Watch the video above.
Also known as an "arcus cloud," this wall of moisture formed along a dying cold front, stretching in both directions as far as the eye could see.
It rolled into Galveston around 8am, and while most shelf clouds are followed by intense rain, this one produced no precipitation at all.
And here's the view in the opposite direction. pic.twitter.com/l5A5QfQkrz— Travis Herzog (@HerzogWeather) January 20, 2016
And as ominous as this looks...no rain. pic.twitter.com/FrEHy3K9Zs— Travis Herzog (@HerzogWeather) January 20, 2016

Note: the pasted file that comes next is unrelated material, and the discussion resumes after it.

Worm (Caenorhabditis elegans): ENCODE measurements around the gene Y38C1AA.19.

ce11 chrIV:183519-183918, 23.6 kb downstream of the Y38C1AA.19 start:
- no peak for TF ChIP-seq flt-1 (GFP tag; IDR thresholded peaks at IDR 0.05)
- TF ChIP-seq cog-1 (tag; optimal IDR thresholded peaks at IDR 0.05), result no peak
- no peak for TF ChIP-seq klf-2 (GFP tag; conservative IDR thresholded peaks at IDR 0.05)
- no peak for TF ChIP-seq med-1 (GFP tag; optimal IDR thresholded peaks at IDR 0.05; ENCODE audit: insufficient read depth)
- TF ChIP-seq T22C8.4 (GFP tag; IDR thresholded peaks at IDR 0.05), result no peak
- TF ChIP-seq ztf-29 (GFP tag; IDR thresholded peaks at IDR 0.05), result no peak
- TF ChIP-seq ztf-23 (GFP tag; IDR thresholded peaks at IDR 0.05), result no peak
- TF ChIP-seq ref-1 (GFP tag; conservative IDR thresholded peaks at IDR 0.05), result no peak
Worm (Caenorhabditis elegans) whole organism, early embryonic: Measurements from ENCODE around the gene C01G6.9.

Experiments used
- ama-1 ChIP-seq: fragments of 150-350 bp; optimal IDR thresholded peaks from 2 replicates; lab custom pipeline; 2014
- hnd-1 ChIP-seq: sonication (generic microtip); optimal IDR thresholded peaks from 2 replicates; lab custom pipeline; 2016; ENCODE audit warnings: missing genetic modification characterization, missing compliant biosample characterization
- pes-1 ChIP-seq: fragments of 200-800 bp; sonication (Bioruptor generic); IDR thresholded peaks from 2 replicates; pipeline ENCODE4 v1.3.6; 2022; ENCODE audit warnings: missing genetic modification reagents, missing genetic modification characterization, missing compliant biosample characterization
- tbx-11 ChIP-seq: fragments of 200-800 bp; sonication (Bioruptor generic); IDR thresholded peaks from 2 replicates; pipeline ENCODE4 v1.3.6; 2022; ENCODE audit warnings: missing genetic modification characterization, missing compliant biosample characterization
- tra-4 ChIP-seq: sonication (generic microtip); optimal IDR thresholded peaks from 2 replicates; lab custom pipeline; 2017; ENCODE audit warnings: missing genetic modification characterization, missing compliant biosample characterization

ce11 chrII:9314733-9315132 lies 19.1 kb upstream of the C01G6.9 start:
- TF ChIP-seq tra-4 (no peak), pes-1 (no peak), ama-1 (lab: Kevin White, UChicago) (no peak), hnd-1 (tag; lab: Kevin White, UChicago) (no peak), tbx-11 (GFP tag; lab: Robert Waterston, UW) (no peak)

And here is the underside of the cloud. Shows over, folks. I made a video I'll post later. pic.twitter.com/xe2bE0pAfL— Travis Herzog (@HerzogWeather) January 20, 2016
This unusual cloud forms when warm, moist air rises over a wedge of colder air moving in the opposite direction.
Another type of arcus cloud is called a "roll cloud." It forms under conditions similar to a shelf cloud, but it is completely detached from any other clouds. One of these rare roll clouds was spotted over north Houston this past weekend.